In Chad, as in Sudan, tragic stories and soaring needs
They arrive in Chad by the thousands, the vast majority women and children crossing a desolate wind-swept border from Sudan. Some come on rickety carts and vehicles piled high with hastily gathered belongings; others by foot, with just the clothes on their backs.
Many also bring with them horrific tales of killings and other abuses by assailants they cannot forget. “They took everything,” said 23-year-old Hiba from Sudan’s West Darfur region (her real name has been withheld for her protection). “Money, food, clothes. They even killed relatives, friends.”
Three months of ferocious fighting in Sudan has displaced more than 3 million people, killed and injured thousands of others and fed already alarming hunger numbers, including in neighboring countries. Of those fleeing Sudan, an estimated 330,000 refugees and returning nationals have poured into Chad alone, swelling a refugee population that is already the largest in West and Central Africa.
“The people I spoke with on the Chad-Sudan border told me absolutely heartbreaking stories of their dangerous journey, and of loved ones they lost along the way,” said WFP Executive Director Cindy McCain, during a visit to Chad last week with United Nations Deputy Secretary-General Amina Mohammed.
“Too many are injured and malnourished,” she added. “This is the price innocent people pay for war – what these people have been through is unacceptable, and the world must step up and help them.”
WFP is rapidly scaling up food and nutrition support, reaching roughly 164,000 new arrivals from Sudan to date, with plans to expand further to reach up to two million people countrywide in the coming months.
In Sudan, WFP has delivered food and nutrition assistance to more than 1.4 million people, despite daunting challenges. But continued fighting and access restrictions by warring parties make it extremely difficult for us to reach the millions more caught up in the conflict. That’s especially the case in West Darfur, where there are alarming reports of atrocities against civilians.
With fears that Sudan’s conflict could escalate further, potentially destabilizing the broader region, support for WFP food assistance in places like Chad – which can help maintain peace and stability – is more important than ever.
“The global community faces a decision point,” said McCain. “We either act now and stop Chad from becoming another victim of this crisis that has gripped the region, or wait and act when it’s too late.”
Today, the mounting needs far outpace our available resources. In Chad, WFP plans to reach 2 million refugees and vulnerable Chadians with emergency assistance. But we cannot even assist half of them due to insufficient funds.
“In all my years with WFP I’ve never seen crises at this level with such little financing," said WFP's country director for Chad, Pierre Honnorat.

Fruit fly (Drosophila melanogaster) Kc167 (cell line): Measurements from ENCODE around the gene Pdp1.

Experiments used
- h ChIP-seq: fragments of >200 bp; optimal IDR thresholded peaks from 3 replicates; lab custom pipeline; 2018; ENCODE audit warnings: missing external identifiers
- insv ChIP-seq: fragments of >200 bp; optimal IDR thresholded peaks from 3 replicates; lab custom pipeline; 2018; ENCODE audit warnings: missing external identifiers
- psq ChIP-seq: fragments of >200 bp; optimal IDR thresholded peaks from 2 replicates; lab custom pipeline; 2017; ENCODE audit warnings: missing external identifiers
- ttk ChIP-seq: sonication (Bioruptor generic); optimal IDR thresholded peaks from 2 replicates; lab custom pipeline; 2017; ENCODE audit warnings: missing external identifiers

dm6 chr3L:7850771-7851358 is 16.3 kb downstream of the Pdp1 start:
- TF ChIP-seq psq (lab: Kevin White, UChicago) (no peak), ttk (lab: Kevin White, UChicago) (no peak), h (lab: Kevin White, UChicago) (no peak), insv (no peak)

Some of the new arrivals are severely injured, some children so malnourished it is too late to save them. Meanwhile, seasonal rains in Chad risk cutting off key supply routes for food and other life-saving humanitarian supplies.
“It's no longer about giving them hope or safety,” Honnorat said. “They need to eat every day. The situation is really critical.”
Even before Sudan's conflict broke out, Chad faced soaring hunger. Today, a projected 1.9 million people countrywide are struggling with severe food insecurity during the June-August lean season between harvests. Around 1.3 million children are acutely malnourished, with some of the highest rates in refugee communities.
Many of Sudan’s newly displaced have ended up, for now, in camps around the eastern Chadian border town of Adre.
Children chase each other around the newly erected stick-and-tarp shelters that dot a desert landscape recently greened by rains. Women in colorful robes wait patiently for WFP food distributions.
Inside her tent, Hiba cradles an infant daughter as she recalls her family’s flight to safety from West Darfur’s capital of El Geneina, where some of the worst violence has occurred.
“They did such horrible things,” she said of the attackers, adding, “the most important thing is health and security – and even more important is food.”
“We can see that they have suffered, many lost family members,” said WFP’s Honnorat of the new arrivals, roughly 90 percent of whom are women and children.
“You don't even dare ask that, 'Where are the men?'” he adds. “You know the answer from others – that often they were killed.”
Abuobida, whose last name has also been withheld for his protection, counts among those men who made it out of Sudan alive. Like Hiba, he is also from El Geneina. He too lost friends and family in the fighting.
“They came to kill people, so they were on the road with motorbikes, with guns and with cars,” he recalls. “They entered houses and they took people’s things.”
During his journey to safety, he saw dead bodies along the roads. Abuobida arrived in Adre last month, alone and destitute. His family later joined him.
He points to a small sack of sorghum and a pile of clothes inside the family’s tarp tent. “We don’t have anything else,” he said.
Many of those arriving have serious injuries. Children especially are malnourished. The most severe cases are hospitalized, with WFP providing temporary units for a makeshift hospital and medical logistics. But for some of the sickest, it’s too late.
“Every week, children are dying,” said WFP’s Honnorat, stressing the importance of early malnutrition prevention and treatment.
As Sudan’s conflict enters its fourth month, there is no reprieve either for Chad.
“It’s a serious crisis,” Honnorat added, “and the problem is many more people are coming.”
WFP urgently requires US$157 million to assist some 2 million people in greatest need in Chad and to stabilize a deteriorating situation.